I am sad to report the death on Sunday of Robert Nola (born 1940), a retired philosophy professor from the University of Auckland and one of the “Satanic Seven” involved in the kerfuffle about the Listener Letter—a letter he signed with six others arguing that while Mātauranga Māori, or Māori “ways of knowing”, should be taught in sociology or anthropology classes, it was not the equivalent of “science”(see the original letter here) and should not be so taught in science classes. This plunged Robert into a deep controversy, culminating in an investigation of him and another Fellow of the Royal Society of New Zealand. Though they were cleared of what was in effect a charge of “disrespecting indigenous knowledge”, Robert and his colleague Garth Cooper (a Māori) publicly resigned as fellows. (The kerfuffle and his resignation are detailed in this series of posts). Here are the final two paragraphs of the letter:
Indigenous knowledge is critical for the preservation and perpetuation of culture and local practices, and plays key roles in management and policy. However, in the discovery of empirical, universal truths, it falls far short of what we can define as science itself.
To accept it as the equivalent of science is to patronise and fail indigenous populations; better to ensure that everyone participates in the world’s scientific enterprises. Indigenous knowledge may indeed help advance scientific knowledge in some ways, but it is not science.
Signing the Letter, and resigning from the RSNZ, was an act of bravery, and showed the Royal Society for what it was, a bunch of invertebrates unable to distinguish true science from superstition.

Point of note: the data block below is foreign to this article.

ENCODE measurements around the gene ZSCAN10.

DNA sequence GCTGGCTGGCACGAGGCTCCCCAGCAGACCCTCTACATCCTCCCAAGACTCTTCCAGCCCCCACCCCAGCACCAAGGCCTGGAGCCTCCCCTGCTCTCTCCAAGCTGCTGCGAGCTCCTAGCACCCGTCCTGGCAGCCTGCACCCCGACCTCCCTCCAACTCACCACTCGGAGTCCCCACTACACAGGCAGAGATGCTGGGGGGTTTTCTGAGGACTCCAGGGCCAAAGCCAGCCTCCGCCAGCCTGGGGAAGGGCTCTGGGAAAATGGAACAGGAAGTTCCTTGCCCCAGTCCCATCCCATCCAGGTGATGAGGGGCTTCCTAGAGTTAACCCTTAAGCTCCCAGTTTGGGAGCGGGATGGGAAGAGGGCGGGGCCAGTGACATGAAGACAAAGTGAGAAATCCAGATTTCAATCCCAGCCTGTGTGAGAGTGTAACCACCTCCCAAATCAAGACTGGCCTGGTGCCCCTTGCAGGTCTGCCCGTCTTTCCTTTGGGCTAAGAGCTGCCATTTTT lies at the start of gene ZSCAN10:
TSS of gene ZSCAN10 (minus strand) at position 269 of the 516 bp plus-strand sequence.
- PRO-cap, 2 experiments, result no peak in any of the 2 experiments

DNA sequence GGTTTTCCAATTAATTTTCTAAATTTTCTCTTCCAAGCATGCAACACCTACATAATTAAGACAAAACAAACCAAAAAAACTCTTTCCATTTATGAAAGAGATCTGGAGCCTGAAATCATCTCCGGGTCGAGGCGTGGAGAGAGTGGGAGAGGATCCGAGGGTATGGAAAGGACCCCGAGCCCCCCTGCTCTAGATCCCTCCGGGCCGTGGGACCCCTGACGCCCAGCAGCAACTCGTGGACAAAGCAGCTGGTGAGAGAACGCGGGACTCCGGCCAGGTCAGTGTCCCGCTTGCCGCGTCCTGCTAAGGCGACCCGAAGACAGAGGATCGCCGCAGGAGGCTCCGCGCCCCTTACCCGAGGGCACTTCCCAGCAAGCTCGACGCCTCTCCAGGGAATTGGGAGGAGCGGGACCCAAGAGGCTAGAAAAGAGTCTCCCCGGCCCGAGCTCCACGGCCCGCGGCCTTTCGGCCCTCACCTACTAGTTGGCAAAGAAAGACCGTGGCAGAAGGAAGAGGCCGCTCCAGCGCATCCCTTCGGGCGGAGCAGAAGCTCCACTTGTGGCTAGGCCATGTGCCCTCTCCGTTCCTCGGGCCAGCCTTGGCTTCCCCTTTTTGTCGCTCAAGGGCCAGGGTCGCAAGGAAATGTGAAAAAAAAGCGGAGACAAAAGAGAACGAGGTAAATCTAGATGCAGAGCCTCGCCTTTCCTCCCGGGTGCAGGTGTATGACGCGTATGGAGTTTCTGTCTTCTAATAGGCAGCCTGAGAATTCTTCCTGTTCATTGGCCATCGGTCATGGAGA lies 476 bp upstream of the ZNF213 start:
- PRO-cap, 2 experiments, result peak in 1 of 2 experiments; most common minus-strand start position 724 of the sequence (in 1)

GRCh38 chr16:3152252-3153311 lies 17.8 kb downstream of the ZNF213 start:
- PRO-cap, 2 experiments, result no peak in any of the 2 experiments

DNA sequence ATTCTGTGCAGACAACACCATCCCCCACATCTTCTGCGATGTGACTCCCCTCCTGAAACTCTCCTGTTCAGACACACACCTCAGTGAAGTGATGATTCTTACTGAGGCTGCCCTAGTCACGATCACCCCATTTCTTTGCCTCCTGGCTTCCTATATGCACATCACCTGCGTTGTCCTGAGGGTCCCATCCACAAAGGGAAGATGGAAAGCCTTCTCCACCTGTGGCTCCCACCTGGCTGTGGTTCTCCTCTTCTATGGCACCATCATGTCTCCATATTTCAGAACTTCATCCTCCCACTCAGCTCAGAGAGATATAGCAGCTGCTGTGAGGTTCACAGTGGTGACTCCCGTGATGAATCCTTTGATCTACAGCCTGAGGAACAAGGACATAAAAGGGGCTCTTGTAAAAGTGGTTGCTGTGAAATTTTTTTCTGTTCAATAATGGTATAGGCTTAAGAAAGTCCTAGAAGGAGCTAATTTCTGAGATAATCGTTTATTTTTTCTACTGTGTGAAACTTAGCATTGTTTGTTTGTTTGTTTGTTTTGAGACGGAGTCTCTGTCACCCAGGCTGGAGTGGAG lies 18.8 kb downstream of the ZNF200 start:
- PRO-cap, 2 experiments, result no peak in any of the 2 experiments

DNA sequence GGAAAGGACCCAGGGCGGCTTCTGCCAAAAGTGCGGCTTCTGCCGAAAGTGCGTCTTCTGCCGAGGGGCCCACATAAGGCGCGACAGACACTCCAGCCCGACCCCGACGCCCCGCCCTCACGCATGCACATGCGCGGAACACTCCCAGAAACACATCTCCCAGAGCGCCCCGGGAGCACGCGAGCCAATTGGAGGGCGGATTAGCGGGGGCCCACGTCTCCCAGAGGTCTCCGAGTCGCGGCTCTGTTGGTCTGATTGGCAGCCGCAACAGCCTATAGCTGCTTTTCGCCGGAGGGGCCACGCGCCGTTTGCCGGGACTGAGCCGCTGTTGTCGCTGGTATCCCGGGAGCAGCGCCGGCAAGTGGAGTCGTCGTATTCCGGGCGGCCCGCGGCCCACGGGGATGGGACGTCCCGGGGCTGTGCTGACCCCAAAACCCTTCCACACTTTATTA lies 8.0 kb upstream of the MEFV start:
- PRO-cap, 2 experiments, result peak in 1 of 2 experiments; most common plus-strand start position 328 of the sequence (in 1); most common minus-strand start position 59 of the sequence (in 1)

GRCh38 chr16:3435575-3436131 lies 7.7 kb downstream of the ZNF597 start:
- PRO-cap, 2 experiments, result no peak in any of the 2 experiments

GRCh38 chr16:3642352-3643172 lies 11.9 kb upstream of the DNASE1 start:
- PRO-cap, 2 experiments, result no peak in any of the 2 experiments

But I met Robert well before these culture wars occurred. When I went to New Zealand and asked readers if they wanted to get together. Robert wrote me and invited me to stay with him and his wife Jan at their house in Auckand. And so I did—for the last few days before I left the country. It was a delightful visit in a spiffy house with a gorgeous garden that even had a bit of rainforest and a a lava tube. As a philosopher of science, Robert took the trouble to fill in some gaps in my knowledge, and I fondly remember long talks over breakfast about Kuhn, Popper, and the lot. You can see Robert’s list of books and publications on his Wikipedia page.
We continued to correspond after I left New Zealand and the “Listener wars” began, exchanging news and publications (including my posts about Mātauranga Māori). Then the correspondence stopped; I was told that Robert had gone to the hospital and then, on top of that, caught covid in the hospital. My last email from him explained that he had finally returned home after several months, and was recuperating slowly. Then this morning the news came from Jan that Robert died two days ago, peacefully and at home.
I was much looking forward to seeing him again on my next trip to New Zealand, which I hope will take place before too long. Alas, that is not to be. He was a good man, gentle and wise, but with a will of iron. I and all his friends will miss him. My condolences to Jan.
Here’s a photo of Robert and Jan I took during my visit in April five years ago.